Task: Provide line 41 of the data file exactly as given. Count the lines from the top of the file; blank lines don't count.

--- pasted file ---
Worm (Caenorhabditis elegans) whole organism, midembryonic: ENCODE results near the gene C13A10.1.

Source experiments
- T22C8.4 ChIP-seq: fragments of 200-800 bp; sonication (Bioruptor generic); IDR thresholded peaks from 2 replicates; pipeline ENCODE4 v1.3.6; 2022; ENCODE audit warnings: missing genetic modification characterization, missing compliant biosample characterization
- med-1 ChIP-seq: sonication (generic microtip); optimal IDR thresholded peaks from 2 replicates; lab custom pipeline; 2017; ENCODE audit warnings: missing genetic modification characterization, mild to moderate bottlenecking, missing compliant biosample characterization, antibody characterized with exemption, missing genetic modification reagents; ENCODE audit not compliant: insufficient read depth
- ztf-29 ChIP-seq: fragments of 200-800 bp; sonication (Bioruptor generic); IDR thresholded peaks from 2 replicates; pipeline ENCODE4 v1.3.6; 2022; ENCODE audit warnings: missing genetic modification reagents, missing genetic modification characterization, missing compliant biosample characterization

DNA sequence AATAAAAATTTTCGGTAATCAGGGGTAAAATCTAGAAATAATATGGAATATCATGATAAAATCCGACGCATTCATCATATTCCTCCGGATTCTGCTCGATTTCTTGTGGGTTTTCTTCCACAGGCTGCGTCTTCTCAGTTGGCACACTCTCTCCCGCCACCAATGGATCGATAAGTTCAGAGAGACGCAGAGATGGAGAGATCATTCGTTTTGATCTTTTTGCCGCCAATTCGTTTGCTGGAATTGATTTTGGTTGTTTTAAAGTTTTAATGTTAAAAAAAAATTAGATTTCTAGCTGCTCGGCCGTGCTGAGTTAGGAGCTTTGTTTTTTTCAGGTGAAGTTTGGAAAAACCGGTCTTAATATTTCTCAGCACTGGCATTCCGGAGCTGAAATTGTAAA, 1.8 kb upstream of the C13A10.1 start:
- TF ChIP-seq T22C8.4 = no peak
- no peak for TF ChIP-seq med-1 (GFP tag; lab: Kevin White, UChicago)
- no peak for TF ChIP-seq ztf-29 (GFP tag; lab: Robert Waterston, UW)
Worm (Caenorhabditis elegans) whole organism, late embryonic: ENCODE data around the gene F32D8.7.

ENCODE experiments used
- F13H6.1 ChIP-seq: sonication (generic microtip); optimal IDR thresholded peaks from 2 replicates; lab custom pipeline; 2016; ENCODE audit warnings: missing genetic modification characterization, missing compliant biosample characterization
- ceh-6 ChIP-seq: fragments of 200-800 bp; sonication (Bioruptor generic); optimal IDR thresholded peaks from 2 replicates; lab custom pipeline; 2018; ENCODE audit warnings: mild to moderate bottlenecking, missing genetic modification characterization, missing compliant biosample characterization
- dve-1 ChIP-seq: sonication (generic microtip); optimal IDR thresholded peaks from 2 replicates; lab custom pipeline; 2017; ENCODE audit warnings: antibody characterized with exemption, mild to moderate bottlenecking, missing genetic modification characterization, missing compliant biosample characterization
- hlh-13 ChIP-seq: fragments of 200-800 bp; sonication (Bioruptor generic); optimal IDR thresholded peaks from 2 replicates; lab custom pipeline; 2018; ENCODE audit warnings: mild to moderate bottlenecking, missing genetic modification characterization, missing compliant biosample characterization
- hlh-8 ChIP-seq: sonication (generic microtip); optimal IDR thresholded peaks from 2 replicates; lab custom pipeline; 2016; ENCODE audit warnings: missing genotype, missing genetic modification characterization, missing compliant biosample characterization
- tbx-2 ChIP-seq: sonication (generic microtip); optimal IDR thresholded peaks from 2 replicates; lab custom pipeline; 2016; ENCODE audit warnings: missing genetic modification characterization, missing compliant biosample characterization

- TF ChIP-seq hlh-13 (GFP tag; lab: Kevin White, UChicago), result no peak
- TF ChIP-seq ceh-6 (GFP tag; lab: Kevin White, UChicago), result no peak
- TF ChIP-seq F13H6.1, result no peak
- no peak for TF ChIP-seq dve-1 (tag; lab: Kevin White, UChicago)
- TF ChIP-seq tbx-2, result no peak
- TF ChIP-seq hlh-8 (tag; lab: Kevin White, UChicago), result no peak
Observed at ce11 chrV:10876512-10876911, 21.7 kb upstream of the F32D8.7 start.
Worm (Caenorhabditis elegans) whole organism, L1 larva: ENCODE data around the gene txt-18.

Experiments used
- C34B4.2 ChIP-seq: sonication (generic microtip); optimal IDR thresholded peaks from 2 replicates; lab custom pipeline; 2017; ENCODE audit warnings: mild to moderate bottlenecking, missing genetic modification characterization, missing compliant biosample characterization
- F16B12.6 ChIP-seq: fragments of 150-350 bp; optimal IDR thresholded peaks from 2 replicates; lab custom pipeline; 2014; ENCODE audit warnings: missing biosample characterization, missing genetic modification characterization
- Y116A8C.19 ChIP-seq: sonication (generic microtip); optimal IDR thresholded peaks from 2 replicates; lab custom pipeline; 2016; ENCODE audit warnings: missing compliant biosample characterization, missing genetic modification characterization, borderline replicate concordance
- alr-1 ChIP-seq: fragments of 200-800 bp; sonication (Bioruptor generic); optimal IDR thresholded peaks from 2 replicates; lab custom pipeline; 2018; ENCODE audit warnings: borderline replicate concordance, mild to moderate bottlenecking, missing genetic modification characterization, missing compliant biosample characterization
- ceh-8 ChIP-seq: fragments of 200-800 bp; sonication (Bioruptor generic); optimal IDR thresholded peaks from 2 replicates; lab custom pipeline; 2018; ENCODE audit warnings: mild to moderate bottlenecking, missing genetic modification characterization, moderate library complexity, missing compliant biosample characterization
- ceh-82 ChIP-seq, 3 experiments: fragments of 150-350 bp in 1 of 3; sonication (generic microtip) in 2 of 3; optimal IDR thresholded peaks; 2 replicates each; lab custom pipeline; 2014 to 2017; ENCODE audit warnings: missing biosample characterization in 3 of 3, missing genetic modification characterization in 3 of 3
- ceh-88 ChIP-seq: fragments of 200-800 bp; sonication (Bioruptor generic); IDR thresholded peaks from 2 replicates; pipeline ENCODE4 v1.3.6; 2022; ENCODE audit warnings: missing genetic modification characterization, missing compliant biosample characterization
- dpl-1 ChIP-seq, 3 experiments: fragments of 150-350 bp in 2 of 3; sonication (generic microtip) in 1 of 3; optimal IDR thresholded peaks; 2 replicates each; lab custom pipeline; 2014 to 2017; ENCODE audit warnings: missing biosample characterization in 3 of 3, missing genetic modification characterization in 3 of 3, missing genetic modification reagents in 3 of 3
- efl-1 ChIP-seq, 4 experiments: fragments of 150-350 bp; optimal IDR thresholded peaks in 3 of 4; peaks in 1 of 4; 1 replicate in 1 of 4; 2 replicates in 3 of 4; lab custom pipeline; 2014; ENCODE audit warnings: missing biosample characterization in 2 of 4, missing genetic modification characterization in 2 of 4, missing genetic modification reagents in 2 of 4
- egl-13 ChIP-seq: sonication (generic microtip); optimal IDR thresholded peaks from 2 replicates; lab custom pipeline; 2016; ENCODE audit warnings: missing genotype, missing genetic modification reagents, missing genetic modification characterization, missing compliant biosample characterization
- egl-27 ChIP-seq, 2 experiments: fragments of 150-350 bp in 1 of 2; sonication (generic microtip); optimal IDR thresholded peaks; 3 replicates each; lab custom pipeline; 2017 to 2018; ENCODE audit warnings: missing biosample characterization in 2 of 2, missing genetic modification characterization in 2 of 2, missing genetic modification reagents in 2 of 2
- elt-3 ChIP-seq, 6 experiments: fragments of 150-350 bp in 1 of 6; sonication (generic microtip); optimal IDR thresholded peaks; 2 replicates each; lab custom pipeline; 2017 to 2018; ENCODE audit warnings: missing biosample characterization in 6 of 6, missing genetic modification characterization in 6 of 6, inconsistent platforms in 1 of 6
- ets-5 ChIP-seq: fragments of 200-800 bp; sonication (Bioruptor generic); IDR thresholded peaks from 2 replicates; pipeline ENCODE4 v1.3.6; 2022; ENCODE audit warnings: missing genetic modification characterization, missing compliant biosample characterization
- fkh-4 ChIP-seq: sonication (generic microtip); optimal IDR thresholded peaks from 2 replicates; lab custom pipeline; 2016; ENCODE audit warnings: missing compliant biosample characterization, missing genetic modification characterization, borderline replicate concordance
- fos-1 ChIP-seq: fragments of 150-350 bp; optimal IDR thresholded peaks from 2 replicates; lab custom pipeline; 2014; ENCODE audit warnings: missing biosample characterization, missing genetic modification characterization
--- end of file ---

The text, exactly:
- fos-1 ChIP-seq: fragments of 150-350 bp; optimal IDR thresholded peaks from 2 replicates; lab custom pipeline; 2014; ENCODE audit warnings: missing biosample characterization, missing genetic modification characterization